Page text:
Sunday evening saw a celebration of the centenary of Iris Murdoch’s birth, a writer I’ve yet to familiarise myself with. Actor and Murdoch enthusiast Annette Badland was in conversation with Anne Rowe, co-editor of Murdoch’s letters (from 1934 to her death in 1995) and of the recent study guide Writers and Their Work: Iris Murdoch. After listening to anecdotes not only on acting and on Iris as an author and playwriter — interestingly, one with a leaning towards gender fluidity — but also on sifting through Murdoch’s correspondence, I felt more inclined to acquaint myself with her novels.
On the last day of September I was present at the start of an event with poet and musician Paul Henry and by local historian Margaret Williams. I’d previously heard Paul Henry in concert, with poems from his collection The Glass Aisle set to music, but this time he was leading a walk along part of the Brecon and Monmouthshire canal (the name ‘glass aisle’ alluding to this of course), and so, as I’d walked much of this stretch already, I passed up on retreading it. The Rev Williams, aided by Eliane Wigzell, had put together a study of the local Victorian workhouse — now the site of a B&B called Tŷ Croeso (‘Welcome House’) where the walk began and ended — and was on hand to explain the historic background to features along the canal.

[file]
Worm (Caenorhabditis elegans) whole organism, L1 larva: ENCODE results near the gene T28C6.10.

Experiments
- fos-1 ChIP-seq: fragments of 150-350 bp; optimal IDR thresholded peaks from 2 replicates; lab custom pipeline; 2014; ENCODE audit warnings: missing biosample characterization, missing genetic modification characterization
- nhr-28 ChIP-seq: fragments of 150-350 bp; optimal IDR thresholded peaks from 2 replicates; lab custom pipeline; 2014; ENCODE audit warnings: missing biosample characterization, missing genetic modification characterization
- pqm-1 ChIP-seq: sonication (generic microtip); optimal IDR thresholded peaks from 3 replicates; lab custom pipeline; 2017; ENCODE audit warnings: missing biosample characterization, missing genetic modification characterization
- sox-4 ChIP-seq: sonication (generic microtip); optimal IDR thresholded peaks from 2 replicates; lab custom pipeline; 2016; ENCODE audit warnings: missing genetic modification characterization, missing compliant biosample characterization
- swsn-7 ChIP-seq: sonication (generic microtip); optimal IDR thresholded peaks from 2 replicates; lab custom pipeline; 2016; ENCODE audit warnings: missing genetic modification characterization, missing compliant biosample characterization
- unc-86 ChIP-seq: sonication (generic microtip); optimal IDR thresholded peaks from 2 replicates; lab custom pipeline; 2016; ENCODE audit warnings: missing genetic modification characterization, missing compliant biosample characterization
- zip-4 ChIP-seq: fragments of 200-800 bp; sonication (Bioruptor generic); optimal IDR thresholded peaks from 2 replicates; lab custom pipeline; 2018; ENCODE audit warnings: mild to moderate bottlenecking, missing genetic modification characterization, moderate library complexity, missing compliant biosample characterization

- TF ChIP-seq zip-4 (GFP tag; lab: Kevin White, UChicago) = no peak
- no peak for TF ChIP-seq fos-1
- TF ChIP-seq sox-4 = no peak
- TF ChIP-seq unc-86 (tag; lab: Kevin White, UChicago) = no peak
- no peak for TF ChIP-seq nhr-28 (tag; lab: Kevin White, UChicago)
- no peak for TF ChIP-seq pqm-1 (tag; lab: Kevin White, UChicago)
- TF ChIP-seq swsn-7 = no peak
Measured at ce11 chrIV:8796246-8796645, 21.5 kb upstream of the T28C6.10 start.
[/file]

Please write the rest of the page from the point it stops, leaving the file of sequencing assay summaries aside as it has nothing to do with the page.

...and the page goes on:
Joanna Nadin — whose talk was on 1st October — is the successful author of several children’s books, and with The Queen of Bloody Everything has embarked on a series of novels for adults. Her career spans writing speeches for politicians to broadcast journalism and teaching creative writing to university students. Obviously writing is in her blood, and just the synopsis of this adult novel draws you in. She told me she shares a literary agent with Lizza Aiken, daughter of Joan, and that the Aikens’ Mortimer and Arabel stories were a key inspiration in getting her started as a writer; however, it’s pure coincidence that the protagonist in her novel shares a first name with Joan Aiken’s young heroine Dido Twite.